A company called Colligent has been going beyond listening, by measuring what people actually do on Twitter, Facebook, and other social sites. “Liking” is not enough (when me, my 10-year old daughter, and my mom “like” Lady Gaga, the audience I am a part of gets too broad to target against). What matters is when people express true affinity by sharing videos, tweeting, and commenting. When people who are nuts about a certain celebrity are also nuts about a certain brand—and that relationship over-indexes against normal affinity, you have struck real social gold: Data that can make a difference. Pepsi recently used such data to choose Nicki Minaj as a spokesperson over dozens of other choices.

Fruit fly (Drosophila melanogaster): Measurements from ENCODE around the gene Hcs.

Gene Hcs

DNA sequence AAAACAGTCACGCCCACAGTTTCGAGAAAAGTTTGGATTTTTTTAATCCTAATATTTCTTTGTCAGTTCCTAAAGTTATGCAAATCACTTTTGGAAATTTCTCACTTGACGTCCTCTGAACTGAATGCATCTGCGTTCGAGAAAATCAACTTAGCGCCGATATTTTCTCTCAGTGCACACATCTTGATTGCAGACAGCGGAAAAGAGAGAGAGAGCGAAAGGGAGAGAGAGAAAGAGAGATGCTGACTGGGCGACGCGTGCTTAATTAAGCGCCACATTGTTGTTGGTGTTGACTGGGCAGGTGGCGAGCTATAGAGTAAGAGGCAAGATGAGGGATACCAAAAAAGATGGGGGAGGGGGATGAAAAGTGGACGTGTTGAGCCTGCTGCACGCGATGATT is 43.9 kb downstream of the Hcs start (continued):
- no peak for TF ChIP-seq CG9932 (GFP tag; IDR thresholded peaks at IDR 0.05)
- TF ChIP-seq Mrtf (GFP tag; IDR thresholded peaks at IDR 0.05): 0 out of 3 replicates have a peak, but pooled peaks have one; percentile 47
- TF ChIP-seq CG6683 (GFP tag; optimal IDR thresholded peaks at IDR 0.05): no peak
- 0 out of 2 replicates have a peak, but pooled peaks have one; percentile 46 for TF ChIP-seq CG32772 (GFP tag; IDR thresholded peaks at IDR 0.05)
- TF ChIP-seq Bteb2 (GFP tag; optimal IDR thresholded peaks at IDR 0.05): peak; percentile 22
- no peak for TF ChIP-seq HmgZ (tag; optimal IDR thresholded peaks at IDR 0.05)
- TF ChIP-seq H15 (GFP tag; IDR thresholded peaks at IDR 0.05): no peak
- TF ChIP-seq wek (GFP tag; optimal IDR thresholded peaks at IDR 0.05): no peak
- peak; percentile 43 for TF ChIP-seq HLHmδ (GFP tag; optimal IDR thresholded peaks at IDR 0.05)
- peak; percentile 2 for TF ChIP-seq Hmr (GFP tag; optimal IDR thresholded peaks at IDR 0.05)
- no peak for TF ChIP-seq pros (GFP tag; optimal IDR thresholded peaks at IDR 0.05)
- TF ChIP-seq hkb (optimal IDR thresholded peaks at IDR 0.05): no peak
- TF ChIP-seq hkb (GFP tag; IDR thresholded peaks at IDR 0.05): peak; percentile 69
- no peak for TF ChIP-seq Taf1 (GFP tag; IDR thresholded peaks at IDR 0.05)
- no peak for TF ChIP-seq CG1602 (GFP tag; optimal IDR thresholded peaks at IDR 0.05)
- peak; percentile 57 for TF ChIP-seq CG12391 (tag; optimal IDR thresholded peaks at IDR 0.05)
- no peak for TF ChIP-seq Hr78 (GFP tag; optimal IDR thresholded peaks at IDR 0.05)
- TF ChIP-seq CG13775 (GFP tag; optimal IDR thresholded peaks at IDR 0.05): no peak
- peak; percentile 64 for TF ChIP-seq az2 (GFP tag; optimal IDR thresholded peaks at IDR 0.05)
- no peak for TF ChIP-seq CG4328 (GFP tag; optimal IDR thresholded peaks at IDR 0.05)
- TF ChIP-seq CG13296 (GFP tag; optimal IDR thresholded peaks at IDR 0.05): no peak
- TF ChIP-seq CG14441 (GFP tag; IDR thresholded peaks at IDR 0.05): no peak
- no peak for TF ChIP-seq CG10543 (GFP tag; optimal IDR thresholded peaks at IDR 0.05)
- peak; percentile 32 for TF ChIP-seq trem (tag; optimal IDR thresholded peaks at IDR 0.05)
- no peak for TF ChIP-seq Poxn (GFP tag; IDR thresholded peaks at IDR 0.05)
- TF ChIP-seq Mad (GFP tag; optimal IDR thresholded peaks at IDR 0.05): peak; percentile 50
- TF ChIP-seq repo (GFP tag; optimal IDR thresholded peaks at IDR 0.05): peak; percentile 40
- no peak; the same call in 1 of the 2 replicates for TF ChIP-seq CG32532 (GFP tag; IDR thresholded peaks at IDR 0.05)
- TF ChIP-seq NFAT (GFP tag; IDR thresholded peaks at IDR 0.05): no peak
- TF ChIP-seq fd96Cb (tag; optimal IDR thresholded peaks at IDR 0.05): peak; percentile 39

What about other media? Nielsen defines television, Arbitron measures radio, and MRI defines magazine audiences by demographics. Now, for the first time, marketers can use social data—gathered from panels nearly as large as the buying population—to define audiences by their own brand and category terms. That’s a world in which Pepsi can purchase “Pepsi GRPs” across all media, rather than GRPs in a specific media.

This is the way brands will buy in the future.

[This post originally appeared on 2/21/13 in The CMO Site, a United Business Media publication]

Thoughts on Data-Driven Audience Measurement

A Conversation with Scott Portugal of PulsePoint